“That’s when I realized I was being scammed,” Coleman said.
Coleman called the El Paso Police Department to report the scam and according to the department, there were no current investigations involving an abandoned vehicle full of blood.
Smithwick resident Linda Colson experienced an email scam last Tuesday, Feb. 23.
Colson said that someone hacked into her email account and sent multiple emails from her address that went out to all of her contacts which included friends, family members, and even her place of work.
Colson’s granddaughter received one of the emails, and immediately called her grandmother to alert her to the scam.
The email subject lines sent by the hacker from Colson’s account included “Humble Request” and “Favor to Ask.”
“One email said that I was stranded somewhere out of town and needed help. Another said that I was at the hospital visiting a friend with terminal cancer and that I needed funds to buy her a birthday present. The email said to buy and send gift cards to me,” Colson said.
One of Colson’s contacts followed through with the request, not knowing that it was a scam.
“It is heartwarming to know that I have friends that think enough of me to go to the trouble and expense that would help me out in a time of need. It saddens me to know that scammers would take advantage of such gracious people,” Colson said.
Colson also said that the hacker had the ability to respond to emails that were sent back to her address by some of her contacts.
Colson spent two days trying to fix the problem, and worked with Microsoft to scan her computer for viruses, make sure the hacker was gone from her account, and change her passwords.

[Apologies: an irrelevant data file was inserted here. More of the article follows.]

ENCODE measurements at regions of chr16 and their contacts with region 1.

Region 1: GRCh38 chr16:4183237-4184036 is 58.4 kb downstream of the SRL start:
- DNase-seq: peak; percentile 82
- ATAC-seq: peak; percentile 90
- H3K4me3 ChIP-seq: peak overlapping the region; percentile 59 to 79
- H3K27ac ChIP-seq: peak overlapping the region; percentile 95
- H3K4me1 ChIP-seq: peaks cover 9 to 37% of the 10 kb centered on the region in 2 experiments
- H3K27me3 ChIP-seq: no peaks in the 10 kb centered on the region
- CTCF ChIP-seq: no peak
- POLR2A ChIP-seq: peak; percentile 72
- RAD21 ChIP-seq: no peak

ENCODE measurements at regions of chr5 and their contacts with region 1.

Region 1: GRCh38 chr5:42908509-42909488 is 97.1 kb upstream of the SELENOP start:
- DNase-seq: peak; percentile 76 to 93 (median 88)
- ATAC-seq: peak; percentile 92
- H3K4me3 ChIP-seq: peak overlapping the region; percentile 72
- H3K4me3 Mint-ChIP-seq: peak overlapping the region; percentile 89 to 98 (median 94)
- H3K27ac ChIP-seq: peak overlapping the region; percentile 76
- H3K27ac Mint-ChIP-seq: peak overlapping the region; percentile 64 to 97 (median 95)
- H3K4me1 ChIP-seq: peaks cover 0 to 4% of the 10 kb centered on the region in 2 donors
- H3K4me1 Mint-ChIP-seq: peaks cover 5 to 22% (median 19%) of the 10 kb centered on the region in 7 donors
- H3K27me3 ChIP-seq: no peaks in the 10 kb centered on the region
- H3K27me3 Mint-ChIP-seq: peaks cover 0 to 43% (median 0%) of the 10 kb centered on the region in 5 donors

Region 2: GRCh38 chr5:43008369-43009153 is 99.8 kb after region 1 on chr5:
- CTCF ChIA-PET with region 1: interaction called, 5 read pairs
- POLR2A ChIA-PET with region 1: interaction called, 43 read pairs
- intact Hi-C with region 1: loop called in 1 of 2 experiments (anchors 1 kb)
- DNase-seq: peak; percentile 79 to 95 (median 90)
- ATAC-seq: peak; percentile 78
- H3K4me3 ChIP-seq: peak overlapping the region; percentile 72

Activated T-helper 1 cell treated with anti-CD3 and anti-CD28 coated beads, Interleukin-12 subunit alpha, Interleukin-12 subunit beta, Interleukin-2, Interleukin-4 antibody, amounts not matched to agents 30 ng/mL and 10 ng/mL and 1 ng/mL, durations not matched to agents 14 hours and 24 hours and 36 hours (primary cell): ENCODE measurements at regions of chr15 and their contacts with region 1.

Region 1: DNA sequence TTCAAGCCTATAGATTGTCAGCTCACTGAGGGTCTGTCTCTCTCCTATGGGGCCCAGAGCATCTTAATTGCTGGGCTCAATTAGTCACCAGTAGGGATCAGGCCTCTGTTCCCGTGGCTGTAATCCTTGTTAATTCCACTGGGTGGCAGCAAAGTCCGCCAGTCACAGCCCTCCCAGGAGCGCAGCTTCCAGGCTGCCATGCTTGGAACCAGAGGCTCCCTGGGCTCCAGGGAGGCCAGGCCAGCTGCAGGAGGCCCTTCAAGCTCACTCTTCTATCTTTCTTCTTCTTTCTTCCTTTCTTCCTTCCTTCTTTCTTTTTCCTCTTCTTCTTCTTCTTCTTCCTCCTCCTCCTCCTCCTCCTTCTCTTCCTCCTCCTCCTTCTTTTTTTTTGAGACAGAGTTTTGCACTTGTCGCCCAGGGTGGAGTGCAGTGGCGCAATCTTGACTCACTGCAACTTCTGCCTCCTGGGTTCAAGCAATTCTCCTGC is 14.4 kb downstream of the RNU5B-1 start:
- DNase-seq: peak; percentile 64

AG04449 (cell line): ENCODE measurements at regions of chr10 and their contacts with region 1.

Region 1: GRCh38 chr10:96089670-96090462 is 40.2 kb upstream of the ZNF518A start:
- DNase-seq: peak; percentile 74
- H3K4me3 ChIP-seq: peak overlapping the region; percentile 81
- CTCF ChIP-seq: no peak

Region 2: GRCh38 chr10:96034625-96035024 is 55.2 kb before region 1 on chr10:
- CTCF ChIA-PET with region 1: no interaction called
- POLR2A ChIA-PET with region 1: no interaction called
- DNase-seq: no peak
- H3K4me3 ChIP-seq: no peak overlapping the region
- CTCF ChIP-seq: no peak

“I would urge everyone to stop and think. Take two deep breaths and really look at an email to make sure it is real or if it’s a scam,” Colson stated.
How to report and educate yourself on fraudulent activity
The Division of Consumer Protection in Pierre wants to know any and all fraudulent schemes that occur in the state of South Dakota.
“Many victims of fraud do not know where to go to ask questions. Consumer Protection would ask that you call our office before you decide what you should do – let us do the checking and the calling for you. If you sent money as a part of a fraudulent scheme, we especially want to talk to you. The information you provide stays in our system for an extended period of time and in certain instances we’ve been able to recover consumers money through various settlements throughout the years, but we have to have the consumers information on how the sent the money to the scammers,” Gillaspie said.
The South Dakota Division of Consumer Protection can be reached at 1-800-300-1986 (in-state), or (605) 773-4400 or online at https://consumer.sd.gov/.
Additionally, there are numerous other ways for the public to report scams and also educate themselves about what to look out for.
Report fraud locally:
City of Hot Springs Police Department: (605) 745-5200
Fall River County Sheriff: (605) 745-4444
National reporting agency and consumer education:
Consumer Financial Protection Bureau: (855) 411-2372 or https://www.consumerfinance.gov/.
Federal Trade Commission: https://reportfraud.ftc.gov/.
*Calls requesting information on current city and county scam activity as well as statistics to the City of Hot Springs Police Department and Fall River County Sheriff’s Office were not returned as of press time.